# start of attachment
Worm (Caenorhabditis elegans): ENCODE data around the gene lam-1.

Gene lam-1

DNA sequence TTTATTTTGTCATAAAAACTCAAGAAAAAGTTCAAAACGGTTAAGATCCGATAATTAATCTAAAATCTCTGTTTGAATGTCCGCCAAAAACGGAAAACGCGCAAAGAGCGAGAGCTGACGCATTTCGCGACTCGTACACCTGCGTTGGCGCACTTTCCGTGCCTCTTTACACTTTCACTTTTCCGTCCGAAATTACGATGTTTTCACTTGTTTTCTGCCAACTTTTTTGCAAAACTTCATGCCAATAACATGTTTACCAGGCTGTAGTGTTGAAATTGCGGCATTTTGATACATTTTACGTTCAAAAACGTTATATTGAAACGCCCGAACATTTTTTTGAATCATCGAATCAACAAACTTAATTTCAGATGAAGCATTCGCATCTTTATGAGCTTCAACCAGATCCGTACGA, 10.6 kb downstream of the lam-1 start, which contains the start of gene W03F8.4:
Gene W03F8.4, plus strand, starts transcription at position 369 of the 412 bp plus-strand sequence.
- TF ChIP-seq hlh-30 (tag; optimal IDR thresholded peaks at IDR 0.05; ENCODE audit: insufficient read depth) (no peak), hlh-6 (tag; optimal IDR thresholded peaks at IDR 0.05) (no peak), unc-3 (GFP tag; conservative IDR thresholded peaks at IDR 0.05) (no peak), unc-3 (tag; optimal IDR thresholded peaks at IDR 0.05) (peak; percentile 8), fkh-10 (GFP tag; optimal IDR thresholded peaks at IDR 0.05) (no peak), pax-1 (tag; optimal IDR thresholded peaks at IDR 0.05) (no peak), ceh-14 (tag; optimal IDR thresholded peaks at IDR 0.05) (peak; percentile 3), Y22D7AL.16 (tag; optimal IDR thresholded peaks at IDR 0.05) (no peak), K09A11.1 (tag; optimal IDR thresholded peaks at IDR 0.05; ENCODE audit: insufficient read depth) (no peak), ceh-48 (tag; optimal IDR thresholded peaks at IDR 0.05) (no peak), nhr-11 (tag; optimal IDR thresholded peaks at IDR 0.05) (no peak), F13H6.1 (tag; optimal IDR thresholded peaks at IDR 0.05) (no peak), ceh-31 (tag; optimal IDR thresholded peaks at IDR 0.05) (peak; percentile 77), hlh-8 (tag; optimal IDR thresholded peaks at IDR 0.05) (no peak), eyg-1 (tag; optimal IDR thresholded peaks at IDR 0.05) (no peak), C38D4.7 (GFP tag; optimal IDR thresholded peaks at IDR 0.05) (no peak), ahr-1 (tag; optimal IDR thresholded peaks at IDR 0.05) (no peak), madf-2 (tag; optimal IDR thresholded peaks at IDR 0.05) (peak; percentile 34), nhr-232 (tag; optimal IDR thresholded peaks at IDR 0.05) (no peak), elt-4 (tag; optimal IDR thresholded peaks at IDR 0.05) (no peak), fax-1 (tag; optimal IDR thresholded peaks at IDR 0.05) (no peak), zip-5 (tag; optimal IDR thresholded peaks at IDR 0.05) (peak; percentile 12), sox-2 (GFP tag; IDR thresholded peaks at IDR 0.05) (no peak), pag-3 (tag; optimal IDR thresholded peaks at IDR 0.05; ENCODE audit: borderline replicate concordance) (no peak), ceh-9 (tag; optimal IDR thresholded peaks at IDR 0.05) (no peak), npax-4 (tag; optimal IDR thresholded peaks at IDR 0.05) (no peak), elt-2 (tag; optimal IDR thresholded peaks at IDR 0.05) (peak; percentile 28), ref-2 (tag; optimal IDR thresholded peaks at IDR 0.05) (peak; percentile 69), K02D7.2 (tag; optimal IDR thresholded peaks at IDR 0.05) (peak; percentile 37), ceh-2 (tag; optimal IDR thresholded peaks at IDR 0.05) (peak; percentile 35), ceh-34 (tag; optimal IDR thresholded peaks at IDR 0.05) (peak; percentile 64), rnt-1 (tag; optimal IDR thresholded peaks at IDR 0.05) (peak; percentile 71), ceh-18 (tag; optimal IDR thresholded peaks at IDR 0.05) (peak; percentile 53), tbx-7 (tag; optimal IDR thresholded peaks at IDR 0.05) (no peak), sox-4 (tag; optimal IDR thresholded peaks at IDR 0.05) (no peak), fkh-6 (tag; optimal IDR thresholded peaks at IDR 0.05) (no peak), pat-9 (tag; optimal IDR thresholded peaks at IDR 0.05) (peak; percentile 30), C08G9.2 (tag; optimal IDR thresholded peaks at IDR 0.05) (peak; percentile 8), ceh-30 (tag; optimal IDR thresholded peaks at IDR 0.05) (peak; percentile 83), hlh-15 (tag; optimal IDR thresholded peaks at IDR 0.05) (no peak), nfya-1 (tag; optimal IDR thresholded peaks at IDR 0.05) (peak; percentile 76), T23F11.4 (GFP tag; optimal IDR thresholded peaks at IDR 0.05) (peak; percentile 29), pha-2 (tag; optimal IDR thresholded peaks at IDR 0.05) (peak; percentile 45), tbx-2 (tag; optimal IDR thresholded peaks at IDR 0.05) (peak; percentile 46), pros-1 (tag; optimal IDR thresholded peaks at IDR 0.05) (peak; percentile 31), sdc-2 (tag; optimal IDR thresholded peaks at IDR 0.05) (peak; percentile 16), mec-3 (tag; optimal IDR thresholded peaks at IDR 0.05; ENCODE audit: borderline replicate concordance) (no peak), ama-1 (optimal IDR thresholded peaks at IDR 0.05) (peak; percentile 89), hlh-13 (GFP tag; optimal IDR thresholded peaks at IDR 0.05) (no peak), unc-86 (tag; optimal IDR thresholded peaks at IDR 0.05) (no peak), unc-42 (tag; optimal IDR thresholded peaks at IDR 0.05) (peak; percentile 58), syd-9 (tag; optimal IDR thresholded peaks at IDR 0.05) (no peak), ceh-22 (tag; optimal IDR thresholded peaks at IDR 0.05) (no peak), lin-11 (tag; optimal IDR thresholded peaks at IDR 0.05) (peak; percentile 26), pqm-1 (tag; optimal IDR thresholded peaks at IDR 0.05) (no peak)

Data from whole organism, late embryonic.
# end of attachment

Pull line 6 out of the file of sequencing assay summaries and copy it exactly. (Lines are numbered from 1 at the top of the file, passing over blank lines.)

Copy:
Data from whole organism, late embryonic.